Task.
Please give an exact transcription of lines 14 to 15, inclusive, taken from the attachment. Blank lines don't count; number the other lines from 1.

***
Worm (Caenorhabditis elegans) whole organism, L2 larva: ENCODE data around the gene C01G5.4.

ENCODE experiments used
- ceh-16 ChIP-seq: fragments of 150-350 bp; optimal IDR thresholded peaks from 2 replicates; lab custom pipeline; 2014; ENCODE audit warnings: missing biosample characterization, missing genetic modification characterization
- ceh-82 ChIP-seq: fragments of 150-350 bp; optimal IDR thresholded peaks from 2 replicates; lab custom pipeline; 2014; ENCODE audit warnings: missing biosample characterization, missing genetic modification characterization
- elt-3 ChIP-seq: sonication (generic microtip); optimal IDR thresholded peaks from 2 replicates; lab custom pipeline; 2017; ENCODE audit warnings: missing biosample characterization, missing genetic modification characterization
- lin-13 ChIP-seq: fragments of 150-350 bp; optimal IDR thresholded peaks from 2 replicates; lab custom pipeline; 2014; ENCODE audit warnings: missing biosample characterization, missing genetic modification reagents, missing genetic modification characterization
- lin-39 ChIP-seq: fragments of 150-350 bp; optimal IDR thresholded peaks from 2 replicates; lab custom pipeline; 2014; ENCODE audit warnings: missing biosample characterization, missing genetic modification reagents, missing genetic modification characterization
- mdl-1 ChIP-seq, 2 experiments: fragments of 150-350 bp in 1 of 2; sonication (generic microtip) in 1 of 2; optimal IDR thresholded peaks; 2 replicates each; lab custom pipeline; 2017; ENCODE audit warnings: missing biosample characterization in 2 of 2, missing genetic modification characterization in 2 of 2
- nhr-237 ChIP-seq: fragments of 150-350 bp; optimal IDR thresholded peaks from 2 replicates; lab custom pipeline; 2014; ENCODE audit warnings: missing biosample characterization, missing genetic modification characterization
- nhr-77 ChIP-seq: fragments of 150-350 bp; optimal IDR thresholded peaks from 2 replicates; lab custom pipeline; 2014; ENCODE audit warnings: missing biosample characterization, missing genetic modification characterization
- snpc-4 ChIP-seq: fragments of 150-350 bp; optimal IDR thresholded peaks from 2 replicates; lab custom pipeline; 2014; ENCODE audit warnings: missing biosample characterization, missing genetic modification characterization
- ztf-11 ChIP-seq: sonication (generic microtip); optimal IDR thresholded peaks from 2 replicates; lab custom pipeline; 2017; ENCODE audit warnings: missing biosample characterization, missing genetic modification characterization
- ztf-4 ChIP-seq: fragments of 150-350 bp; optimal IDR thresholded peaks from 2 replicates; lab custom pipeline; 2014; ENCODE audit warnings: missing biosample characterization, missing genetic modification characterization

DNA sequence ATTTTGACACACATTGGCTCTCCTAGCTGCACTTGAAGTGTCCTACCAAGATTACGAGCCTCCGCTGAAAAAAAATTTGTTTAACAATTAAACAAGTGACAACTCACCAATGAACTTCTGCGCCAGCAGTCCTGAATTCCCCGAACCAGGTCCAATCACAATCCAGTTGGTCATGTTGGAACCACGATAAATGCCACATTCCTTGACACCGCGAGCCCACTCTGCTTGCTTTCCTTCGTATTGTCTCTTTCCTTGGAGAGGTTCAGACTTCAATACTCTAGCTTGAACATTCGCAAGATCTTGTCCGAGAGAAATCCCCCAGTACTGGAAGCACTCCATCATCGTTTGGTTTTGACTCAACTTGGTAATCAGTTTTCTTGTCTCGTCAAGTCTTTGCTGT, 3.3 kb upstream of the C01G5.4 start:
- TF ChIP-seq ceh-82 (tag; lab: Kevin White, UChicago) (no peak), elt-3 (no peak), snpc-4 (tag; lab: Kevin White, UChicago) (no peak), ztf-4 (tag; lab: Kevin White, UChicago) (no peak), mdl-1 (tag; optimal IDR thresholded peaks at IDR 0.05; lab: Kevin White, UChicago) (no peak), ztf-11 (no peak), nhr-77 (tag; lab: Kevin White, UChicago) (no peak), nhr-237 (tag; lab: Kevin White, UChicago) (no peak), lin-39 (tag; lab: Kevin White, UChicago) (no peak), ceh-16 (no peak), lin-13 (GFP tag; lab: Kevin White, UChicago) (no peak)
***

DNA sequence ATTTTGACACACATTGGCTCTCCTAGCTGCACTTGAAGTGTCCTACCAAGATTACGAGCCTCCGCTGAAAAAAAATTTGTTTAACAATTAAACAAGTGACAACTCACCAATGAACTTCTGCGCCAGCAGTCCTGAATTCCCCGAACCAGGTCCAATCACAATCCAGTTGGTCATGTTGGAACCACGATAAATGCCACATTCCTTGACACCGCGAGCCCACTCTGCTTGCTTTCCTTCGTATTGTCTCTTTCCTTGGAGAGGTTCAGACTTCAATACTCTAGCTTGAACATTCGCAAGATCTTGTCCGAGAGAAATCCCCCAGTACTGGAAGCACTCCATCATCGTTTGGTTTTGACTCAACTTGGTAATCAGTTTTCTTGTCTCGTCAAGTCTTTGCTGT, 3.3 kb upstream of the C01G5.4 start:
- TF ChIP-seq ceh-82 (tag; lab: Kevin White, UChicago) (no peak), elt-3 (no peak), snpc-4 (tag; lab: Kevin White, UChicago) (no peak), ztf-4 (tag; lab: Kevin White, UChicago) (no peak), mdl-1 (tag; optimal IDR thresholded peaks at IDR 0.05; lab: Kevin White, UChicago) (no peak), ztf-11 (no peak), nhr-77 (tag; lab: Kevin White, UChicago) (no peak), nhr-237 (tag; lab: Kevin White, UChicago) (no peak), lin-39 (tag; lab: Kevin White, UChicago) (no peak), ceh-16 (no peak), lin-13 (GFP tag; lab: Kevin White, UChicago) (no peak)